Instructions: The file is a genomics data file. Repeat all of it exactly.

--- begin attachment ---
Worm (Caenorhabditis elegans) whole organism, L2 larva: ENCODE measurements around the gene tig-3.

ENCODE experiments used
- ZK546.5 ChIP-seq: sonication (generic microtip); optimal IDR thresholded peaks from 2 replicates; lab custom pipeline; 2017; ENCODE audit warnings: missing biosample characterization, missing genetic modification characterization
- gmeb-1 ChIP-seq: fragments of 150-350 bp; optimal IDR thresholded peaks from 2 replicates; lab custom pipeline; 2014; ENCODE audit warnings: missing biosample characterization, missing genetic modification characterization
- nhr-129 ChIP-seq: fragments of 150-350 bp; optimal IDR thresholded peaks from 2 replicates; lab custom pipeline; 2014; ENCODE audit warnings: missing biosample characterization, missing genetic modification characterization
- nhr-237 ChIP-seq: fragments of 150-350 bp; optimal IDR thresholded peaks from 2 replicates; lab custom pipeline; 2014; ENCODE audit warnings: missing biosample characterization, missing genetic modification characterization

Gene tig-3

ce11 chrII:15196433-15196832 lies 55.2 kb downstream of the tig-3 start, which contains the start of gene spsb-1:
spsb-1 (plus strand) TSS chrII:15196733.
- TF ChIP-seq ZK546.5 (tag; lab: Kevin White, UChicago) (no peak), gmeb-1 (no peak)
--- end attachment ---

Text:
Worm (Caenorhabditis elegans) whole organism, L2 larva: ENCODE measurements around the gene tig-3.

ENCODE experiments used
- ZK546.5 ChIP-seq: sonication (generic microtip); optimal IDR thresholded peaks from 2 replicates; lab custom pipeline; 2017; ENCODE audit warnings: missing biosample characterization, missing genetic modification characterization
- gmeb-1 ChIP-seq: fragments of 150-350 bp; optimal IDR thresholded peaks from 2 replicates; lab custom pipeline; 2014; ENCODE audit warnings: missing biosample characterization, missing genetic modification characterization
- nhr-129 ChIP-seq: fragments of 150-350 bp; optimal IDR thresholded peaks from 2 replicates; lab custom pipeline; 2014; ENCODE audit warnings: missing biosample characterization, missing genetic modification characterization
- nhr-237 ChIP-seq: fragments of 150-350 bp; optimal IDR thresholded peaks from 2 replicates; lab custom pipeline; 2014; ENCODE audit warnings: missing biosample characterization, missing genetic modification characterization

Gene tig-3

ce11 chrII:15196433-15196832 lies 55.2 kb downstream of the tig-3 start, which contains the start of gene spsb-1:
spsb-1 (plus strand) TSS chrII:15196733.
- TF ChIP-seq ZK546.5 (tag; lab: Kevin White, UChicago) (no peak), gmeb-1 (no peak)